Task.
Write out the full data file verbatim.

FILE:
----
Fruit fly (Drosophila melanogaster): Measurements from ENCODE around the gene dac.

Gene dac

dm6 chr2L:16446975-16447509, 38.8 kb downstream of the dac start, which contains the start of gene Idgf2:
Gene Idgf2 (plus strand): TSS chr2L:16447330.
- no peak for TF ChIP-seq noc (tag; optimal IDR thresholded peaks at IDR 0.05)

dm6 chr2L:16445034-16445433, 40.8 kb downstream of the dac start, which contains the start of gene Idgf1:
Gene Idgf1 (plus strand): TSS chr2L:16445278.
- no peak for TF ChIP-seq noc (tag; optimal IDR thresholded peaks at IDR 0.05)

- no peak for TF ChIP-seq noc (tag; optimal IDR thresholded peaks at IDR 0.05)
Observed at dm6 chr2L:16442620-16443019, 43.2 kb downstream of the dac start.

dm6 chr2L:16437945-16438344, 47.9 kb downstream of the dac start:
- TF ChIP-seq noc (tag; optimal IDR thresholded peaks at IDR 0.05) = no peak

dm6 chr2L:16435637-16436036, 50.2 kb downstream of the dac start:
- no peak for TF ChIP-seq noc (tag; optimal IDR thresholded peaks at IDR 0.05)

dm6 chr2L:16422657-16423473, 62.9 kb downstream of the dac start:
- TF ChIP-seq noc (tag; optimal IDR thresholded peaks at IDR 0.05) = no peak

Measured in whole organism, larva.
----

Fruit fly (Drosophila melanogaster): Measurements from ENCODE around the gene dac.

Gene dac

dm6 chr2L:16446975-16447509, 38.8 kb downstream of the dac start, which contains the start of gene Idgf2:
Gene Idgf2 (plus strand): TSS chr2L:16447330.
- no peak for TF ChIP-seq noc (tag; optimal IDR thresholded peaks at IDR 0.05)

dm6 chr2L:16445034-16445433, 40.8 kb downstream of the dac start, which contains the start of gene Idgf1:
Gene Idgf1 (plus strand): TSS chr2L:16445278.
- no peak for TF ChIP-seq noc (tag; optimal IDR thresholded peaks at IDR 0.05)

- no peak for TF ChIP-seq noc (tag; optimal IDR thresholded peaks at IDR 0.05)
Observed at dm6 chr2L:16442620-16443019, 43.2 kb downstream of the dac start.

dm6 chr2L:16437945-16438344, 47.9 kb downstream of the dac start:
- TF ChIP-seq noc (tag; optimal IDR thresholded peaks at IDR 0.05) = no peak

dm6 chr2L:16435637-16436036, 50.2 kb downstream of the dac start:
- no peak for TF ChIP-seq noc (tag; optimal IDR thresholded peaks at IDR 0.05)

dm6 chr2L:16422657-16423473, 62.9 kb downstream of the dac start:
- TF ChIP-seq noc (tag; optimal IDR thresholded peaks at IDR 0.05) = no peak

Measured in whole organism, larva.